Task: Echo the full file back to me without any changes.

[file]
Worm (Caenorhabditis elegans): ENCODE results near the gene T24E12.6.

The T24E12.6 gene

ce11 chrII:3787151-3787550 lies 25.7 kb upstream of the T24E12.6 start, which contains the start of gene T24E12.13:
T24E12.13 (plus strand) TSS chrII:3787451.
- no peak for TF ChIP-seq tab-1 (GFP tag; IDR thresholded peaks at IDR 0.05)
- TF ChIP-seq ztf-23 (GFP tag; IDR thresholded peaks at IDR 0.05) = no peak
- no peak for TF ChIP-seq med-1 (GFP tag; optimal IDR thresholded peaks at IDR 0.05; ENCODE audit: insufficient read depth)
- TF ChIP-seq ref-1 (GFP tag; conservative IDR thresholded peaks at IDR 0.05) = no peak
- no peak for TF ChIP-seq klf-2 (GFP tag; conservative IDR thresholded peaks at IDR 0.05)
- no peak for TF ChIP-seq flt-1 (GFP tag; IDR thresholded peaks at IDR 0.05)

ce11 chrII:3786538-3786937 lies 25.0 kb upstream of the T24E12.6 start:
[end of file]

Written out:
Worm (Caenorhabditis elegans): ENCODE results near the gene T24E12.6.

The T24E12.6 gene

ce11 chrII:3787151-3787550 lies 25.7 kb upstream of the T24E12.6 start, which contains the start of gene T24E12.13:
T24E12.13 (plus strand) TSS chrII:3787451.
- no peak for TF ChIP-seq tab-1 (GFP tag; IDR thresholded peaks at IDR 0.05)
- TF ChIP-seq ztf-23 (GFP tag; IDR thresholded peaks at IDR 0.05) = no peak
- no peak for TF ChIP-seq med-1 (GFP tag; optimal IDR thresholded peaks at IDR 0.05; ENCODE audit: insufficient read depth)
- TF ChIP-seq ref-1 (GFP tag; conservative IDR thresholded peaks at IDR 0.05) = no peak
- no peak for TF ChIP-seq klf-2 (GFP tag; conservative IDR thresholded peaks at IDR 0.05)
- no peak for TF ChIP-seq flt-1 (GFP tag; IDR thresholded peaks at IDR 0.05)

ce11 chrII:3786538-3786937 lies 25.0 kb upstream of the T24E12.6 start: